“If Rowhani cannot deliver on those promises we will look at other options. He has four years to deliver and if he cannot implement change he will not be elected again,” said Farshad Gourbanpour, an activist for the President’s campaign team.

Such warnings from Mr Rowhani’s supporters barely six months into his four-year term underline the pressures on him from all sides.

Already fending off attacks by some regime hardliners, the President is also tasked with overseeing the nuclear talks, mending Tehran’s relationship with the West and rebuilding the shattered economy.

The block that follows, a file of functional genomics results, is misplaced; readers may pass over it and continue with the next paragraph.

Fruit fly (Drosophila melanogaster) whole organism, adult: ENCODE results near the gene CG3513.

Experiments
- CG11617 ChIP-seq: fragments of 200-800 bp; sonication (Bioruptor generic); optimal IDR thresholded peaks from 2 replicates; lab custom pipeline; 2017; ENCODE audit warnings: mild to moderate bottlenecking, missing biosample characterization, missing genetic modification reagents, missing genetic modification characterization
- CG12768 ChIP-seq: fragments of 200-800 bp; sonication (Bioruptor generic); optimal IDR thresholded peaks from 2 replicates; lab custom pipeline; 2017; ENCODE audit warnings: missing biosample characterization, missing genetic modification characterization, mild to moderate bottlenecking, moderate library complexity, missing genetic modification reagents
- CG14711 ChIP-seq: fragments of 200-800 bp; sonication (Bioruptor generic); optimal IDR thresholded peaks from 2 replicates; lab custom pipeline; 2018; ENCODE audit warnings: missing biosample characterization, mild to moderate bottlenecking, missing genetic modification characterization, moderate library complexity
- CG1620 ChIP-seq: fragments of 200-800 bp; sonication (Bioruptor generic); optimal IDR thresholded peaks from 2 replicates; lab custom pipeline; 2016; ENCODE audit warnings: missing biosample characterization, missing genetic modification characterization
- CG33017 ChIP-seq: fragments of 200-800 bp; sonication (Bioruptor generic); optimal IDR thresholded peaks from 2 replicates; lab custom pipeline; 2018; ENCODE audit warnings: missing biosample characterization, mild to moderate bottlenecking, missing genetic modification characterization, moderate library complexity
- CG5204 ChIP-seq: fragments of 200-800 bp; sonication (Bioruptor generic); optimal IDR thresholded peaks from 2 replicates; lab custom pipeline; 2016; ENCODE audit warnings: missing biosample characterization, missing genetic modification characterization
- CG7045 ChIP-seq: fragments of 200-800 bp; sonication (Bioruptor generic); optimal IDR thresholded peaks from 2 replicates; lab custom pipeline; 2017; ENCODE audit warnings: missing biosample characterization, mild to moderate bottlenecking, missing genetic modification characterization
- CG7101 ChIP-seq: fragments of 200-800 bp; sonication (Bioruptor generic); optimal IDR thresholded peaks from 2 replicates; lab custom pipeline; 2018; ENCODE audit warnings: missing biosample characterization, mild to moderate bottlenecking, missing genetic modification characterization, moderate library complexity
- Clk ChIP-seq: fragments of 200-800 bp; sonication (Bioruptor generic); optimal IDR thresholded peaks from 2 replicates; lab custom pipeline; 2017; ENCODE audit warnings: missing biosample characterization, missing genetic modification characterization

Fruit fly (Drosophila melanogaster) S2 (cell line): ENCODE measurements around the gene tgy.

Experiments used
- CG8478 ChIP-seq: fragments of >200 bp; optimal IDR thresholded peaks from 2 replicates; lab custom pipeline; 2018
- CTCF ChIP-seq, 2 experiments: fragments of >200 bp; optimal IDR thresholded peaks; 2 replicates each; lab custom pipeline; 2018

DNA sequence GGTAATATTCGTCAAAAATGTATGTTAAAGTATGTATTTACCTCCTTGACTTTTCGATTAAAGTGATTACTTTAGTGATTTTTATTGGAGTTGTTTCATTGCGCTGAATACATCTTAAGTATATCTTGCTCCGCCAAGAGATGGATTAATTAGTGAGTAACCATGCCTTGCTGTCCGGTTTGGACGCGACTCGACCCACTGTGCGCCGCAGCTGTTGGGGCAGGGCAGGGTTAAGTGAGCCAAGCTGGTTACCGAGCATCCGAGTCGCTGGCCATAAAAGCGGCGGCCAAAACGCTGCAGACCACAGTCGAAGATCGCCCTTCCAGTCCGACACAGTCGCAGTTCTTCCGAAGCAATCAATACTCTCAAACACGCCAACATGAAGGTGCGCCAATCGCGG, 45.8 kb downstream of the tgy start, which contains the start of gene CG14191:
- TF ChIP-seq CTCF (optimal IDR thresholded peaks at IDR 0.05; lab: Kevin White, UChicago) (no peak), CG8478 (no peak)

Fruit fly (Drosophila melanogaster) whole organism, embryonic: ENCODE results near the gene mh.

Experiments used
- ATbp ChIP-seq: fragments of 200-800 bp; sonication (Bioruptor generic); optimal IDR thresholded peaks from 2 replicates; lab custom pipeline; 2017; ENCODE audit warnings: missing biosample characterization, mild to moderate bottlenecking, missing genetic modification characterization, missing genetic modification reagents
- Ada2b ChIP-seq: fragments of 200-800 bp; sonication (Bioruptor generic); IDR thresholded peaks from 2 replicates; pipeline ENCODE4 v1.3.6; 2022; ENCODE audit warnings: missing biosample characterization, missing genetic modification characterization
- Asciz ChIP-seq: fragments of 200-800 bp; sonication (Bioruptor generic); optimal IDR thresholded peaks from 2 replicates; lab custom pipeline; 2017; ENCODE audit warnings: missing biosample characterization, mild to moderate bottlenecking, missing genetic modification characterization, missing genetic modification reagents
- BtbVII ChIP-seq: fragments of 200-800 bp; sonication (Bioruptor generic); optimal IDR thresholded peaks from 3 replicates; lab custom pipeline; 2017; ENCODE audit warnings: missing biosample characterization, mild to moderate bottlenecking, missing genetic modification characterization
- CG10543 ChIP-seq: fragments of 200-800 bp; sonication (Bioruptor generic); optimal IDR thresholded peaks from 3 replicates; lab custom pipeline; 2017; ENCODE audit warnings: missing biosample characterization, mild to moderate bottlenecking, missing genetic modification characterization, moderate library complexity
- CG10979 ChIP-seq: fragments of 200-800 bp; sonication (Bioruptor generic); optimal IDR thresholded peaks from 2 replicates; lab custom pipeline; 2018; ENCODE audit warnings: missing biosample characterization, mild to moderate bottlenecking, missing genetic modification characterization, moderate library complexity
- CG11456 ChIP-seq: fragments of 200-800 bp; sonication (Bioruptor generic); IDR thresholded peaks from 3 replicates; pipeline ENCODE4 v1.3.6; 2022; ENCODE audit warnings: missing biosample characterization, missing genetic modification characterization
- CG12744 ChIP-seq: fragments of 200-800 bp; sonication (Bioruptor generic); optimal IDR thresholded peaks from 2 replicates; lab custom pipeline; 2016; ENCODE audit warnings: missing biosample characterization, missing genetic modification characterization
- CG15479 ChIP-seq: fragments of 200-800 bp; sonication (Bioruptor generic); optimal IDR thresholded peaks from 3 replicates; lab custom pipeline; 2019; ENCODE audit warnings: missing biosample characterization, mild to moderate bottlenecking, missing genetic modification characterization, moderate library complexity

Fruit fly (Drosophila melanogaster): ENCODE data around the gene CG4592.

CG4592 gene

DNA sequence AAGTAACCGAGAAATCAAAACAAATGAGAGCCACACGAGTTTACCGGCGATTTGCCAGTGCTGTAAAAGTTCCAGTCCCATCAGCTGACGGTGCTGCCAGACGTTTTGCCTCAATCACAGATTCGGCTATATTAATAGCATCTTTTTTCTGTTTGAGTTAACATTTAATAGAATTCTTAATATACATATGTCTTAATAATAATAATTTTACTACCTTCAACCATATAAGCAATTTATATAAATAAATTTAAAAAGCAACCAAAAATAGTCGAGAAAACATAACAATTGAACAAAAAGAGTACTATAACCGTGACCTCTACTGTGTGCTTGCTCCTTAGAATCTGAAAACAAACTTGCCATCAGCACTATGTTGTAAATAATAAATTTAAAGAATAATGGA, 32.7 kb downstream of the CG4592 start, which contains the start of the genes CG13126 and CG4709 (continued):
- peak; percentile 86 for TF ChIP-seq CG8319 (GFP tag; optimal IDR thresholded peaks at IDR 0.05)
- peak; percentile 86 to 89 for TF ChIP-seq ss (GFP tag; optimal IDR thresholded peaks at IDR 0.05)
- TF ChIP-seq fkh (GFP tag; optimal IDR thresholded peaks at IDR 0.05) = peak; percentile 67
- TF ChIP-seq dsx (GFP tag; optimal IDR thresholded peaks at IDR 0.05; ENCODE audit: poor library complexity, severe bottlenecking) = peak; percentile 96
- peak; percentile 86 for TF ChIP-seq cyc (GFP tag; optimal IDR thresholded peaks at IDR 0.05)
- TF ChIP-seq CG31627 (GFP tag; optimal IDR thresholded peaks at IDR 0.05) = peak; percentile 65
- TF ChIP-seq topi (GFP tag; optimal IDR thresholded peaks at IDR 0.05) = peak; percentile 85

Sources close to the Rowhani camp insist his desire for reform is genuine, but say that he faces heavy resistance from conservatives.

Before his charm offensive at the UN in September, signalling Iran’s readiness to open nuclear negotiations, Mr Rowhani secu­red the release of 11 prominent political prisoners. Since then, however, prisoner releases have dried up.

One issue in particular hangs over the Rowhani administration: Mir Hossein Mousavi and Mehdi Karroubi, the leaders of the Green Movement during the 2009 election, have been held under house arrest for more than three years, and failure to secure their release would constitute a betrayal in the eyes of many supporters.

“For many supporters, the nuclear talks are not the priority. Releasing Mousavi and Karroubi is a key demand, we cannot just forget about it,” said Mr Gourbanpour.